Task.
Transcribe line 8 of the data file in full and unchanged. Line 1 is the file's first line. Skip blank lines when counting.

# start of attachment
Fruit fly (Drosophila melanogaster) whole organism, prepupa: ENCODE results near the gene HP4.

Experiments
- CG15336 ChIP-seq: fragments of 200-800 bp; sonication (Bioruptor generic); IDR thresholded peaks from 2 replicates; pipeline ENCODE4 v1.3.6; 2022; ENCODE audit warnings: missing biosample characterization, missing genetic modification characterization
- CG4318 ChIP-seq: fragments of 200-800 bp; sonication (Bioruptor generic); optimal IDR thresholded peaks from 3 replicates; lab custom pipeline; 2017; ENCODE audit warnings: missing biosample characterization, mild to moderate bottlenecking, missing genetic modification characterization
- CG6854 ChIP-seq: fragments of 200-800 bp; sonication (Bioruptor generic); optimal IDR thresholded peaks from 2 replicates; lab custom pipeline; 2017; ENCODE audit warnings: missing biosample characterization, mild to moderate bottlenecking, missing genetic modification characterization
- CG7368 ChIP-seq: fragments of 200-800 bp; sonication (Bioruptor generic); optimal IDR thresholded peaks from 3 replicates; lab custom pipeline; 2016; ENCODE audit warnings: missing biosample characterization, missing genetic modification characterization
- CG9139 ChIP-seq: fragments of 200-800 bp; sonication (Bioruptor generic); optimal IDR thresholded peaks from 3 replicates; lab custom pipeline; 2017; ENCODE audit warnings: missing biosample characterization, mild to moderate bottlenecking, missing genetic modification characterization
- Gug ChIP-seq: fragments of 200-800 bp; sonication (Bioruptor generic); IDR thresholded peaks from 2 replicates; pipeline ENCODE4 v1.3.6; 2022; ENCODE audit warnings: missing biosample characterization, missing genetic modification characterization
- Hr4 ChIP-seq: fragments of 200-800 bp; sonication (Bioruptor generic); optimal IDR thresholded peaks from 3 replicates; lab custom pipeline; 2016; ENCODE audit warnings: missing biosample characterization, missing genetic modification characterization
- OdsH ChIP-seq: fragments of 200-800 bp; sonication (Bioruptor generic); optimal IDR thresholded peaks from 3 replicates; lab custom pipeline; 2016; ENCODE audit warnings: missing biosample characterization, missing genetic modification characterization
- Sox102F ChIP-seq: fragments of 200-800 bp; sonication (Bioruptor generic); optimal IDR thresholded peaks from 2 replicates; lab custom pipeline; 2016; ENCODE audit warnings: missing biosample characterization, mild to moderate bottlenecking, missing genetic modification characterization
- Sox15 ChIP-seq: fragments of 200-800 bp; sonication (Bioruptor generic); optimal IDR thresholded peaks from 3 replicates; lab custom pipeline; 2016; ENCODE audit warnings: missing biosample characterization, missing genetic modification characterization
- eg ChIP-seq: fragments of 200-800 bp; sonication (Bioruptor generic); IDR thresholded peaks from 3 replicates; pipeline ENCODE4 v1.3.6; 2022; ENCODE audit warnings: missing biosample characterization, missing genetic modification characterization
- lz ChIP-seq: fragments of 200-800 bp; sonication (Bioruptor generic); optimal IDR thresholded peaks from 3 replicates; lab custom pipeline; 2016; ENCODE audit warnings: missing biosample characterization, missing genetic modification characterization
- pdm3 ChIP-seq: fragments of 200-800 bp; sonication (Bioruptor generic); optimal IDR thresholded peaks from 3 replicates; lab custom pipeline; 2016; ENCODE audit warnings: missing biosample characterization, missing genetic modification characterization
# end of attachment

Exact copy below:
- Gug ChIP-seq: fragments of 200-800 bp; sonication (Bioruptor generic); IDR thresholded peaks from 2 replicates; pipeline ENCODE4 v1.3.6; 2022; ENCODE audit warnings: missing biosample characterization, missing genetic modification characterization